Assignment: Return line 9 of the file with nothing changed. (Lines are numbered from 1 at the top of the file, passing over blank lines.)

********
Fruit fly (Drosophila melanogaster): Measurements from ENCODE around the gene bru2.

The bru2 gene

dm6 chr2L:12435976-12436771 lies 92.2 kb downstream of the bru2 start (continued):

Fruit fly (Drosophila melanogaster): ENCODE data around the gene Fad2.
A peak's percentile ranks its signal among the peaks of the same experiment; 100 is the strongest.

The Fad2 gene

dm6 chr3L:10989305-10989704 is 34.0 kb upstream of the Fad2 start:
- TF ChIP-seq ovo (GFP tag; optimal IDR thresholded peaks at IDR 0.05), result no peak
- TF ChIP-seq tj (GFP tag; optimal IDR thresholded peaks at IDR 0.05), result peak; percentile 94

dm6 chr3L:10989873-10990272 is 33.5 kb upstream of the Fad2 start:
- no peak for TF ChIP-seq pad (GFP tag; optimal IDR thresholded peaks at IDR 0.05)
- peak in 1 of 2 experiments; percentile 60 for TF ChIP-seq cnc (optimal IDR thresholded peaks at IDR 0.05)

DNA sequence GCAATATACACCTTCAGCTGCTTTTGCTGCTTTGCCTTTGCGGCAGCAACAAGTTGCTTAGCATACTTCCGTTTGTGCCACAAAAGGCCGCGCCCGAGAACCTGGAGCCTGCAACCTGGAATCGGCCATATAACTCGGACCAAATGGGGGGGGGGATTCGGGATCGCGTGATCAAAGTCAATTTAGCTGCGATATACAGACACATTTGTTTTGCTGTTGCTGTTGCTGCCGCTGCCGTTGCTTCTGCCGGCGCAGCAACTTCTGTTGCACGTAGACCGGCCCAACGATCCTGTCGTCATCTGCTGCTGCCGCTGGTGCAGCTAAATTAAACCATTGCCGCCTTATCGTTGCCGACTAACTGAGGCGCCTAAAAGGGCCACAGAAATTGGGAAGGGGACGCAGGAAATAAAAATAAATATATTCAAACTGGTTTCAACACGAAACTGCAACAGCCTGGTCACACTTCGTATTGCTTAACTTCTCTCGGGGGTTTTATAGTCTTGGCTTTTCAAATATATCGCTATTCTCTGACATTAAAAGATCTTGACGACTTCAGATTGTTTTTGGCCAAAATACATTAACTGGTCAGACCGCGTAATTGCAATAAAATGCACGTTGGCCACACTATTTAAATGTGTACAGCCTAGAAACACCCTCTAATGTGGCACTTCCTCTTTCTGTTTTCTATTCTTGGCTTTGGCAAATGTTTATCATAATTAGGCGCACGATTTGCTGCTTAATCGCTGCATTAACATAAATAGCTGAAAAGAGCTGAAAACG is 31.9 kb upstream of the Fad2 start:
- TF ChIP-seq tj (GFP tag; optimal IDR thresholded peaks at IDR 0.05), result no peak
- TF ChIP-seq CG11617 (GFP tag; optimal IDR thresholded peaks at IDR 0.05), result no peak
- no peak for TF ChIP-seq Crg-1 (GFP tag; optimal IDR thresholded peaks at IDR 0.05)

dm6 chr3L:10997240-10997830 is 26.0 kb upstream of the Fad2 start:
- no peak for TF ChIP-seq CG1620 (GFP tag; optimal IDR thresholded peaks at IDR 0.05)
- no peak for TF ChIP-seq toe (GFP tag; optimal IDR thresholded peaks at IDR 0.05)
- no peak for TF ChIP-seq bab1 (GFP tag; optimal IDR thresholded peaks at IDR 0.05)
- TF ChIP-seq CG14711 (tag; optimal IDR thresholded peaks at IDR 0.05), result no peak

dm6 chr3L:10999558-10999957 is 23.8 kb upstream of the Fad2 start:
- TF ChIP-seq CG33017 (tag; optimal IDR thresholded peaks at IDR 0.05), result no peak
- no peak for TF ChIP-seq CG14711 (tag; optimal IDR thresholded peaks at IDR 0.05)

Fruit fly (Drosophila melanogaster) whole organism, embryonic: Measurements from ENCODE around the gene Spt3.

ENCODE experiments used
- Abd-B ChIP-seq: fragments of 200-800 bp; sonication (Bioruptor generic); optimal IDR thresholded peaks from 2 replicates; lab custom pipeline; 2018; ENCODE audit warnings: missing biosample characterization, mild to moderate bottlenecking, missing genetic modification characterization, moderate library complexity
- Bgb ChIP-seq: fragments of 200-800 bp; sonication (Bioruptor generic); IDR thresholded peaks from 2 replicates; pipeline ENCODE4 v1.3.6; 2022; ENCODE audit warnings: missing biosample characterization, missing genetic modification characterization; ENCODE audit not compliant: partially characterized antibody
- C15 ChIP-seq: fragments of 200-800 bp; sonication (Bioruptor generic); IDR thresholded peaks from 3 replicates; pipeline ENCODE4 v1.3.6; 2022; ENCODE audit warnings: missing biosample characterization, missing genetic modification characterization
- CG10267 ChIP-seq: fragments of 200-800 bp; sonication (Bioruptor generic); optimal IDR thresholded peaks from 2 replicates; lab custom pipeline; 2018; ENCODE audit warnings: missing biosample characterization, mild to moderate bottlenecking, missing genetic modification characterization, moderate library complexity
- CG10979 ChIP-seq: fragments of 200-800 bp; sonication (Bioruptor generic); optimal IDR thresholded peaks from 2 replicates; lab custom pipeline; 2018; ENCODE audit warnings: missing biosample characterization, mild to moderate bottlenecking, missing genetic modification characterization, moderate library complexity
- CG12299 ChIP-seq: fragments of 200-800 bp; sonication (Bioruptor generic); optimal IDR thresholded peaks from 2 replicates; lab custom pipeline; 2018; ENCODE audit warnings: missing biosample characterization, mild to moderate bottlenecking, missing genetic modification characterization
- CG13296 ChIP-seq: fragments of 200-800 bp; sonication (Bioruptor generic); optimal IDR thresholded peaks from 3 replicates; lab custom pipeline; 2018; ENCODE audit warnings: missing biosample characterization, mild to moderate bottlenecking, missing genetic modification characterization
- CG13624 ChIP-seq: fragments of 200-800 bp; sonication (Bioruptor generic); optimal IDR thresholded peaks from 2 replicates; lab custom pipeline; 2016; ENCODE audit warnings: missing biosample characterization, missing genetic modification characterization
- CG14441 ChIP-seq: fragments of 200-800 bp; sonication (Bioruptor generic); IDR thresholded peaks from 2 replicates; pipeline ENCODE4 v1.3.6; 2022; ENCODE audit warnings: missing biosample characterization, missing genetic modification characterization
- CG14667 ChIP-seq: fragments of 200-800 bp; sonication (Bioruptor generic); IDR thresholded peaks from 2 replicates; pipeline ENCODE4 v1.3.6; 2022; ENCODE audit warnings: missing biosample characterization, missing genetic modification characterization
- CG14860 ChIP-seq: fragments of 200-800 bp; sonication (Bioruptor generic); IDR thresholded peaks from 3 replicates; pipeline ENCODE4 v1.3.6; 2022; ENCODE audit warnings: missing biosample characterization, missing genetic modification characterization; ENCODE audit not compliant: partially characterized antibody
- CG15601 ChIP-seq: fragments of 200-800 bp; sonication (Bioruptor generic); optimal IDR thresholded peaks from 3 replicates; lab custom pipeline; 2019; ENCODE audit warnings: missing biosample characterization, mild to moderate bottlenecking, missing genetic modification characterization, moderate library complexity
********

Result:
- TF ChIP-seq tj (GFP tag; optimal IDR thresholded peaks at IDR 0.05), result peak; percentile 94